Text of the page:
PVDF Corrosion Resistant Coating
PVDF corrosion resistant coating (polyvinylidene fluoride) is based on a high molecular weight polymer of vinylidene fluoride with the predominant repeating unit -CH2-CH2-. It is a crystalline material whose melting point is 338 degrees Fahrenheit. Useful properties of the PVDF corrosion resistant coating is typically retained to temperatures as high as 300 degrees Fahrenheit.
What can make the PVDF corrosion resistant coating (also known by the trade name Kynar PVDF or others) favorable over PTFE, PFA, and FEP? After all, aren’t all the fluoropolymers recognized for their corrosion protection?
The answer is in the toughness, mechanical strength, and wear resistance of the PVDF corrosion resistant coating. Tensile properties are comparable to most engineering thermoplastics. Creep resistance is outstanding with the PVDF corrosion resistant coating and may sustain large stresses over a useful service life without measurable strain.
Wear rates and friction are becoming increasingly important against metals. And the need for corrosion protection is often an integral part. For these reasons, the PVDF corrosion resistant coating is very important for its mechanical properties and strong resistance to chemical corrosion. Advantages of the PVDF corrosion resistant coating is that they resist most chemicals and solvents, including oxidizers such as liquid bromine and bromine salt solutions.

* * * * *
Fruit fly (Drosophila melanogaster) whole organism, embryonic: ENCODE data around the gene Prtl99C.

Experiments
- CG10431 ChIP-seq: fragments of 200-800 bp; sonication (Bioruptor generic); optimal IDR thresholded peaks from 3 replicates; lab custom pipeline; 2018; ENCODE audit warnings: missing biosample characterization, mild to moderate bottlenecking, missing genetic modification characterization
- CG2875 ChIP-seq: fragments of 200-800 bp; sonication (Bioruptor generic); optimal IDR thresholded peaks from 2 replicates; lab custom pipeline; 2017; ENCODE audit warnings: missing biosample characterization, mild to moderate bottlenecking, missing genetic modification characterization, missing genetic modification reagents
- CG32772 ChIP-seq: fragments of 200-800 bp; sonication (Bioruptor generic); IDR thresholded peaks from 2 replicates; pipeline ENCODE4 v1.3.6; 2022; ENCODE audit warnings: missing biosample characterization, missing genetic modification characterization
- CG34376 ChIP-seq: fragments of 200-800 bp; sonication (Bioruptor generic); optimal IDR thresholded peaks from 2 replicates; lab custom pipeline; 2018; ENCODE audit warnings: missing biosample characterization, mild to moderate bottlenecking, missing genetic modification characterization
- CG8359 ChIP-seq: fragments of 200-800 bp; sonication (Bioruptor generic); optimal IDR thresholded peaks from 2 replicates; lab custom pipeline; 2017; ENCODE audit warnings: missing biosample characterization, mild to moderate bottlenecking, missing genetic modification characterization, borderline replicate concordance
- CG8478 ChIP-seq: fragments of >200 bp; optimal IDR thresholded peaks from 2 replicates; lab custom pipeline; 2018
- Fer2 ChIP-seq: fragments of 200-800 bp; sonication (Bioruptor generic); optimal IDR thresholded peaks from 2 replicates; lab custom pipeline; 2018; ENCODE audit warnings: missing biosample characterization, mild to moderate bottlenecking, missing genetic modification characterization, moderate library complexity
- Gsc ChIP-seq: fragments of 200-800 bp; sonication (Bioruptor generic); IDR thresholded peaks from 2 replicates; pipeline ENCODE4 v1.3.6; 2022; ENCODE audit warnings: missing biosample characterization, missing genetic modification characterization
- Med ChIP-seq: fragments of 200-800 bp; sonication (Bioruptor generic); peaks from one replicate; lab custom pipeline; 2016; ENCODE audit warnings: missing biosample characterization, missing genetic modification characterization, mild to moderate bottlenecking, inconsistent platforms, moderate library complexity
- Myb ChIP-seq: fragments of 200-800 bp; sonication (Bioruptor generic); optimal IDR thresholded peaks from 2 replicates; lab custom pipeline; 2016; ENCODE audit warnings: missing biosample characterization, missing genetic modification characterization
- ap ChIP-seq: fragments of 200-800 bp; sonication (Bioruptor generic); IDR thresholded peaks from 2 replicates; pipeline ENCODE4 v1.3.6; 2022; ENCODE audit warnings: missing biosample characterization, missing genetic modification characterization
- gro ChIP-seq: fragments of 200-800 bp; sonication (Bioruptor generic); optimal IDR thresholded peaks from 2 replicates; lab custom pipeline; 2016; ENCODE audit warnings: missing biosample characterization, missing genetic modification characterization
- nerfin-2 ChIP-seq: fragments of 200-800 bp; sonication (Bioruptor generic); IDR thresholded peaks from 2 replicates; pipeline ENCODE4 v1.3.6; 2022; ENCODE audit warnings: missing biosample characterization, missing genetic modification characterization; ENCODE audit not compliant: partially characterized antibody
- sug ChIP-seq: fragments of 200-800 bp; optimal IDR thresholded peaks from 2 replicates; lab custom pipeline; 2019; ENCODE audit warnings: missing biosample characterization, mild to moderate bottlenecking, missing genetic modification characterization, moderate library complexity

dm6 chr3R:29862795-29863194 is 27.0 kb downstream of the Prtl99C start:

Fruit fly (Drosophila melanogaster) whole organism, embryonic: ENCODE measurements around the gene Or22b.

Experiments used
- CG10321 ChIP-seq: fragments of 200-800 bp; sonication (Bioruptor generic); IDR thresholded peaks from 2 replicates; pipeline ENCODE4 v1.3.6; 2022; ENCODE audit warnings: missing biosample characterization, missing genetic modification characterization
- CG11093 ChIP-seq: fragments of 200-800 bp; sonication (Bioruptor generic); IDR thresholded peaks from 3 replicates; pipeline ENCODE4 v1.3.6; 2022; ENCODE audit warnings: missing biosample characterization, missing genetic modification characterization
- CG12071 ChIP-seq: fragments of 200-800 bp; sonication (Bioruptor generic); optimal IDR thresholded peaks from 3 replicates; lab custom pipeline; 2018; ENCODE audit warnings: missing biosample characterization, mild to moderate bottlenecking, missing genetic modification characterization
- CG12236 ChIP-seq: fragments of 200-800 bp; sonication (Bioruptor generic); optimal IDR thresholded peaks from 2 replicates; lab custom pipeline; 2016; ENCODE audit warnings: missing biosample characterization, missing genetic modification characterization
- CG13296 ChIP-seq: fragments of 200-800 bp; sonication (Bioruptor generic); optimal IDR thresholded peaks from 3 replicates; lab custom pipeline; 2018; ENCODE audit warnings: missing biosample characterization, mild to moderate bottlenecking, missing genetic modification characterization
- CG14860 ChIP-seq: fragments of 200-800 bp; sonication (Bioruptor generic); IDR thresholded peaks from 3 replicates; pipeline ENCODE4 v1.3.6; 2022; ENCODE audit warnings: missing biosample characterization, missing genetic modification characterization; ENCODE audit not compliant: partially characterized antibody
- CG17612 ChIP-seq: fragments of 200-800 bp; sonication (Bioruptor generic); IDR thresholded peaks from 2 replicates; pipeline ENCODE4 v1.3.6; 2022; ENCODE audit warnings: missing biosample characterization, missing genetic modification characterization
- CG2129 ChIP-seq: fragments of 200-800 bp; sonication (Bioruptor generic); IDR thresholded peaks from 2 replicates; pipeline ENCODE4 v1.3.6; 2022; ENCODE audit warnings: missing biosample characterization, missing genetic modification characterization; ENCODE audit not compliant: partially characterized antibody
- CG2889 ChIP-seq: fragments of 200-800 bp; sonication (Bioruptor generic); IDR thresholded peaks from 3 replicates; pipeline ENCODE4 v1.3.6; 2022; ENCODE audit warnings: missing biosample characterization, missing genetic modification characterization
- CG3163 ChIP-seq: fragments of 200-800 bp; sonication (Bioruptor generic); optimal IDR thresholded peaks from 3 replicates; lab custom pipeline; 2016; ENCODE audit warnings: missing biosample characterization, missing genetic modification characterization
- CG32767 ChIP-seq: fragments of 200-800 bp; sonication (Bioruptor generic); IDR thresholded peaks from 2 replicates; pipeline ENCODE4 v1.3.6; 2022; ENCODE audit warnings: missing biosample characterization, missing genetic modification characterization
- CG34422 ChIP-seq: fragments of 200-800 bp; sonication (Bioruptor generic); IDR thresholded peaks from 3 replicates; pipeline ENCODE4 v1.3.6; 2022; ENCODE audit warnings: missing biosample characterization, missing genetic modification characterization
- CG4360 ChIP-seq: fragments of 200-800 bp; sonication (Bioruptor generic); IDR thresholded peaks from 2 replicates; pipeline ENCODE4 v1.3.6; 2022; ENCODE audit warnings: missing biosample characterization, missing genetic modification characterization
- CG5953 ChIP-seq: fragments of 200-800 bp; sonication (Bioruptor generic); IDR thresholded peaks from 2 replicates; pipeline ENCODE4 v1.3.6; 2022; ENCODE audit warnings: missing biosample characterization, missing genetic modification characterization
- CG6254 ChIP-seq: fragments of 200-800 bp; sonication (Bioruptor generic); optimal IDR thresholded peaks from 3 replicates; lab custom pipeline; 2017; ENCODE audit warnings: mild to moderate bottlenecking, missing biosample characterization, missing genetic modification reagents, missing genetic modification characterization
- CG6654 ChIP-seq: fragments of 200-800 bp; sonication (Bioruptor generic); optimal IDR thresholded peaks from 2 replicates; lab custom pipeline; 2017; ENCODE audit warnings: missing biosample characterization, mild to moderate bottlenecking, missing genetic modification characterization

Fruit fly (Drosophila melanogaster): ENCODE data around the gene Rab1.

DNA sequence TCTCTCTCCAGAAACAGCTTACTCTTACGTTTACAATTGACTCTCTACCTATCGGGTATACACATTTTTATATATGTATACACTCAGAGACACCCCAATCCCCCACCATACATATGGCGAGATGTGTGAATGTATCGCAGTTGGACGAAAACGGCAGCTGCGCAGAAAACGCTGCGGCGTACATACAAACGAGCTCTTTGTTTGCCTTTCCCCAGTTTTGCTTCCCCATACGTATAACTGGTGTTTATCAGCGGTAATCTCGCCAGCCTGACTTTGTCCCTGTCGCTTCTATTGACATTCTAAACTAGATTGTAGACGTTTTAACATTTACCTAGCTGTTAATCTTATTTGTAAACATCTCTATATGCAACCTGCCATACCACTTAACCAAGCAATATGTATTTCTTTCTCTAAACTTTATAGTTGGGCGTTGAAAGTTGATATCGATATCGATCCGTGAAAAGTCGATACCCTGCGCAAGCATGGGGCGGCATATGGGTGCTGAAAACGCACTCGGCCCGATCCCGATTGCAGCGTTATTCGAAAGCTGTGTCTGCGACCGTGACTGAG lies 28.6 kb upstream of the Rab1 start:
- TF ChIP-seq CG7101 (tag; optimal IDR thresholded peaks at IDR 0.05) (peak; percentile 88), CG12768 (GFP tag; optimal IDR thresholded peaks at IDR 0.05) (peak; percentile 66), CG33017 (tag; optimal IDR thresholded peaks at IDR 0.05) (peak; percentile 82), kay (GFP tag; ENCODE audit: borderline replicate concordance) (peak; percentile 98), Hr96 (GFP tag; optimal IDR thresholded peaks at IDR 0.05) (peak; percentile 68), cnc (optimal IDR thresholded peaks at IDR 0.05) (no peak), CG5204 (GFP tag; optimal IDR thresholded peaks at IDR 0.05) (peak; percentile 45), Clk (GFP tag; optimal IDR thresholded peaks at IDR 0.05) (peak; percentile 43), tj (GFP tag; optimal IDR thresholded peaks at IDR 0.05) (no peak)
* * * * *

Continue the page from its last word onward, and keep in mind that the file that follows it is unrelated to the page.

The PVDF corrosion resistant coating is available in both powder and liquid dispersion. Advantages to choosing a powder-based coating are the higher builds that are attainable, which can be important in long-term, immersion based chemically corrosive environments. But many of the same characteristics can be seen from liquid dispersions, comparatively thin films of the PVDF corrosion resistant coating. These liquid forms of PVDF coating may prove beneficial over more intricate work pieces with complex surfaces, including medical and electronic devices.